It feels like Hollywood is finally starting to get what so many of us knew all along; audiences want to see diversity. Yet somehow, at this exciting moment of progress for the industry, Deadline Hollywood found it appropriate to publish what can only be described as a call for regression.
Stephen A. Smith is just the latest in a long line to peddle the delusion that the GOP can change its ways and become an open-arms party for blacks.
There's nothing to be happy about -- no feel-good takeaways -- when a middle school girl gets insulted by a man and has to speak up for him so he can continue a baseball career no one gives a fuck about. She is not supposed to be anyone's savior or protector. We need to be saving and protecting her.
In our everyday fights to silence the racist chants of misguided college students and stifle overaggressive police who racially profile black children, we must reach the finish line. The next generation should never have to question whether their lives matter.
Despite past voting obstacles, there are compelling reasons for blacks in Ferguson to rush to barricades this time to vote. One is the prospect of a regime change. Another is they could move to dump the racket that city officials have run for years that criminalizes virtually the city entire black population. Another is there's no excuse.
The n-word has the blood of thousands of lynchings, beatings, and other horrific crimes melded between its letters, meshed in its very fibers. So, why do some white people want the right to use this abhorrent word again?
Channeling the revolutionary essence of the Harlem Renaisance, Kendrick Lamar's To Pimp a Butterfly is a gripping, soul-driven melodrama that masterfully depicts the story of a courageous young man fighting through the painful process of liberating himself.
The tragic discovery of a missing African-American man's body hanging from a tree in rural Claiborne County, Mississippi is now being investigated by both state and federal authorities.
I was running errands with my youngest two children in tow when an acquaintance of ours spotted us and came over to say hello. She looked at my son, marveling over how much he had grown.
"Yes," I smiled, "He's a big boy!" She replied, "Such a cute little thug." My son is 2 years old.
While we applaud Starbucks for their effort to engage a topic that many seek to avoid, and while their efforts seem well-intentioned, we, as a national racial justice organization, with a name similar to the hashtag used in the campaign feel compelled to say: as a nation, we need more.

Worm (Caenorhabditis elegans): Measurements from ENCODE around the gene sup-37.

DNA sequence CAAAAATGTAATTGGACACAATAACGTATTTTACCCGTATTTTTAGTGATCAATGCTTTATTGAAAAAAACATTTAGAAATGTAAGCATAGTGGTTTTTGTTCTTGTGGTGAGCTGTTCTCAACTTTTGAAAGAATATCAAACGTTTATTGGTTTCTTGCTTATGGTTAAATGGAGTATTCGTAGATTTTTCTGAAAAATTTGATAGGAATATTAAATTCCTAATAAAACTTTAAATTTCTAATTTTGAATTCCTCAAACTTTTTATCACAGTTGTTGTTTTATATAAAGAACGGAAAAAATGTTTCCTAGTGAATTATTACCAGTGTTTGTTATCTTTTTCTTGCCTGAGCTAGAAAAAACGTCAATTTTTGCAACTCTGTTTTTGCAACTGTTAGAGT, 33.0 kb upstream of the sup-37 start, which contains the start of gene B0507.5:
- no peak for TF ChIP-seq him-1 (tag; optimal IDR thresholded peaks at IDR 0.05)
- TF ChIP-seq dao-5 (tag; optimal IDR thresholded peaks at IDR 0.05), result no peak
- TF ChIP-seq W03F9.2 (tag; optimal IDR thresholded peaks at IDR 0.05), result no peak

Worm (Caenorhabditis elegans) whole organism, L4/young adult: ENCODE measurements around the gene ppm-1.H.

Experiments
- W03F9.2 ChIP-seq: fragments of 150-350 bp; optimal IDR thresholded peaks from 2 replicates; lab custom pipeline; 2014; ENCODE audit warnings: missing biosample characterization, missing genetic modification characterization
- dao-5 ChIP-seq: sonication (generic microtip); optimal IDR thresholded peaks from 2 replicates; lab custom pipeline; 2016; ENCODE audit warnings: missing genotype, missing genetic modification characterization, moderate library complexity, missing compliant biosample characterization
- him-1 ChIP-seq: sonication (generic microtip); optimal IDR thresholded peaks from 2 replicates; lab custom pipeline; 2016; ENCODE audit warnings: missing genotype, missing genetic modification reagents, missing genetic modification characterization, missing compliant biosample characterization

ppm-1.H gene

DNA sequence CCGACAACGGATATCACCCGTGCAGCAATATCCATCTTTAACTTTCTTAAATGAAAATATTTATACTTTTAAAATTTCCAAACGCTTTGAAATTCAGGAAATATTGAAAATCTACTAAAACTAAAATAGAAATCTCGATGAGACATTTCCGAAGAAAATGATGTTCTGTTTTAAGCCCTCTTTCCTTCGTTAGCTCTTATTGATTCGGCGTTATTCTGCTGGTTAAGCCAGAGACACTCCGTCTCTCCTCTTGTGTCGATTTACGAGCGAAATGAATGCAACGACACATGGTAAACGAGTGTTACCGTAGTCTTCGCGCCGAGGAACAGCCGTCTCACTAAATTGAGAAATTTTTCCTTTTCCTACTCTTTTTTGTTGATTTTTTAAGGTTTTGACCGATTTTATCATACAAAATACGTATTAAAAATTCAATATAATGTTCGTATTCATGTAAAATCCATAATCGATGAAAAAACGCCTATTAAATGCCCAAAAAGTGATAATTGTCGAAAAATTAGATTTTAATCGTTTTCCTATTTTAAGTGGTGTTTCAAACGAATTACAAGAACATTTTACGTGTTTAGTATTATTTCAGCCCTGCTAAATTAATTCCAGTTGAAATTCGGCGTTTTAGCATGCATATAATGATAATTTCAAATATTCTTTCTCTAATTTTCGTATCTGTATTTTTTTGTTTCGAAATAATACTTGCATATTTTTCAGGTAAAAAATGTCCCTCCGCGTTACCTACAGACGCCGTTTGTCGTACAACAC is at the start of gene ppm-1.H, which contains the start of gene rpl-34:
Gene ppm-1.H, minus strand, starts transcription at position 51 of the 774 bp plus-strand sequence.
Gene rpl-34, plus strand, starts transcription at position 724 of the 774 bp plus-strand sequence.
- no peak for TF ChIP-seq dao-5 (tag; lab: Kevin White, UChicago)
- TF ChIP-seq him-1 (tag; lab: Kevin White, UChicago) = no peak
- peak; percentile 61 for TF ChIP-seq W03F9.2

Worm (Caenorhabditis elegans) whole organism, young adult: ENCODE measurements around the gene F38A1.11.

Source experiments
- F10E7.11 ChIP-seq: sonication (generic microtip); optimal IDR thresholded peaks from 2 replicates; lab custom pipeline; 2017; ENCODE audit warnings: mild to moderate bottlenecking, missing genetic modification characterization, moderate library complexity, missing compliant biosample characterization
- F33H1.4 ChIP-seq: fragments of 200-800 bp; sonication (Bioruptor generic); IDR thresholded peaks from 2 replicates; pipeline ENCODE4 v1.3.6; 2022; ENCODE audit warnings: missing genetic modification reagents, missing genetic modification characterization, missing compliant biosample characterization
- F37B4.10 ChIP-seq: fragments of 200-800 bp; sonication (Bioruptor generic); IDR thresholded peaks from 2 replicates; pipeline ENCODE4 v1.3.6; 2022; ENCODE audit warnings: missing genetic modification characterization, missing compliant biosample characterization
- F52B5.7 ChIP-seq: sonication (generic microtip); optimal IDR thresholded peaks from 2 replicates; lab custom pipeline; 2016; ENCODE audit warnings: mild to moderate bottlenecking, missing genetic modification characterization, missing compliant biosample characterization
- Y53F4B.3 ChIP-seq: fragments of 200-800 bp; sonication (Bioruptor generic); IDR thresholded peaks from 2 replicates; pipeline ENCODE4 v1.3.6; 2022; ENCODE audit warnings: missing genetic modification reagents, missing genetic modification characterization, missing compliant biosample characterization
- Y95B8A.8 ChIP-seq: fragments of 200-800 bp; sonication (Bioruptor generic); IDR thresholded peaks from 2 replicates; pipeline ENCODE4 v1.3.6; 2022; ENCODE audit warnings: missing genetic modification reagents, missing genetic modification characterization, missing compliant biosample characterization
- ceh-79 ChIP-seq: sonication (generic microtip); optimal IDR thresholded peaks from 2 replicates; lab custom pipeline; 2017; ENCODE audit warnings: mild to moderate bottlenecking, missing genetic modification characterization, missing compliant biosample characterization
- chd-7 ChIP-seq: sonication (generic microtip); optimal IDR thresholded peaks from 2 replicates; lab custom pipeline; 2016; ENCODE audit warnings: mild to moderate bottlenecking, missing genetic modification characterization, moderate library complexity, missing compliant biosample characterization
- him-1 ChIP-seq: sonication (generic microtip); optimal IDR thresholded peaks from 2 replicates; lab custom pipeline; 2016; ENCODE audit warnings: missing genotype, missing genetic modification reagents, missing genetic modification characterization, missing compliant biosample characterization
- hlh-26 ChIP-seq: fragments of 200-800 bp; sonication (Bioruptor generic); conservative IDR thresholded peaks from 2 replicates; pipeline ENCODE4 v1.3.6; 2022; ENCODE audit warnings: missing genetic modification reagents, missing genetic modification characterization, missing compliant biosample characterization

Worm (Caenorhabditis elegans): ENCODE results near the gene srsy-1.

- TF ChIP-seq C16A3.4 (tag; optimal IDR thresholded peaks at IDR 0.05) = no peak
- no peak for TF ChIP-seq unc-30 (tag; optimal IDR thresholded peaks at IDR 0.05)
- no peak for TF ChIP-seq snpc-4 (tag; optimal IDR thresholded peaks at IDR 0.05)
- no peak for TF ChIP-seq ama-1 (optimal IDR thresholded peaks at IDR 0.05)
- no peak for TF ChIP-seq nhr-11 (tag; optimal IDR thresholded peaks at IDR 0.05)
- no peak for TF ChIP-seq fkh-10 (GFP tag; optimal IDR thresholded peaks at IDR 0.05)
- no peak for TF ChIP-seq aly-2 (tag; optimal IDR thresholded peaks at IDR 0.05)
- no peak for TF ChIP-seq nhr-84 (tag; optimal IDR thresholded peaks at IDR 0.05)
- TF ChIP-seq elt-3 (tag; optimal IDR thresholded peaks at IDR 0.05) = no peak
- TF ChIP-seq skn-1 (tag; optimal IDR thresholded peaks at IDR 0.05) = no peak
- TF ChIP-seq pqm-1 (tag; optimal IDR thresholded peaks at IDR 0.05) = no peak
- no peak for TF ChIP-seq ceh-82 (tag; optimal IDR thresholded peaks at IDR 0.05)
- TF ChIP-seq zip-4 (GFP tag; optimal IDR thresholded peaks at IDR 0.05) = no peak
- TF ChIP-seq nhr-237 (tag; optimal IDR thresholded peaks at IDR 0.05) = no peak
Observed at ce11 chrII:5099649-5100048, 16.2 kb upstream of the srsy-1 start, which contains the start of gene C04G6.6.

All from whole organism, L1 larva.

Funding for school policing programs has expanded and more school-based police are being armed with the same weapons cops carry on the streets. This expansion has not come with significant strings attached or proper guidelines.
With all due respect to Pastors Creflo and Taffi, instead of wasting community funds on frivolous expenses like a Gulfstream G650, maybe you should spend more time reaching out to the community in order to understand what they need, and how you can use your ministry to support them!
The experiences of Martese Johnson and Lawrence Otis Graham prove that adhering to the code of respectability politics does not guarantee protection from the sensory and institutional aspects of racism.
My heart goes out to every officer and their families killed in the line of duty. That is a pain I wish on no one. But like Fannie Lou Hamer famously said, I am also sick and tired of being sick and tired -- of the denial of institutional racism, even in the midst of overwhelming evidence.
Danai Gurira is multi-talented acting force of nature, super-fabulous in bringing such emotional depth to her role on The Walking Dead. Her performance is the kind we have not seen lately, in the sci-fi drama genre or, frankly, any other genre.
Starbucks' ill-conceived campaign seems to exemplify the kind of ignorance that makes racism such a difficult thing to confront and contest. The bottom line is that while we absolutely need multiracial dialogue about race and collective action against racism, we do not need an uninformed, non-consensual, conversation.
Both instances happened on an elevator, both involved one person hitting another, both came as results of violence and anger, both have details that cannot be seen or completely understood by outsiders to the circumstances. And that's really where the list ends.
As a society we must become more aware of the dangers that certain speech presents, and for the safety and well being of black Americans and other vulnerable citizens, we must explore more robust ways for distinguishing and punishing people for dangerous speech.
The overarching desire is not to live in a "post-racial" America, but to exist in a "post-racist" America. The goal is not for all races to be considered the same, but for each race to have a private identity and culture that is separate, but respected equally.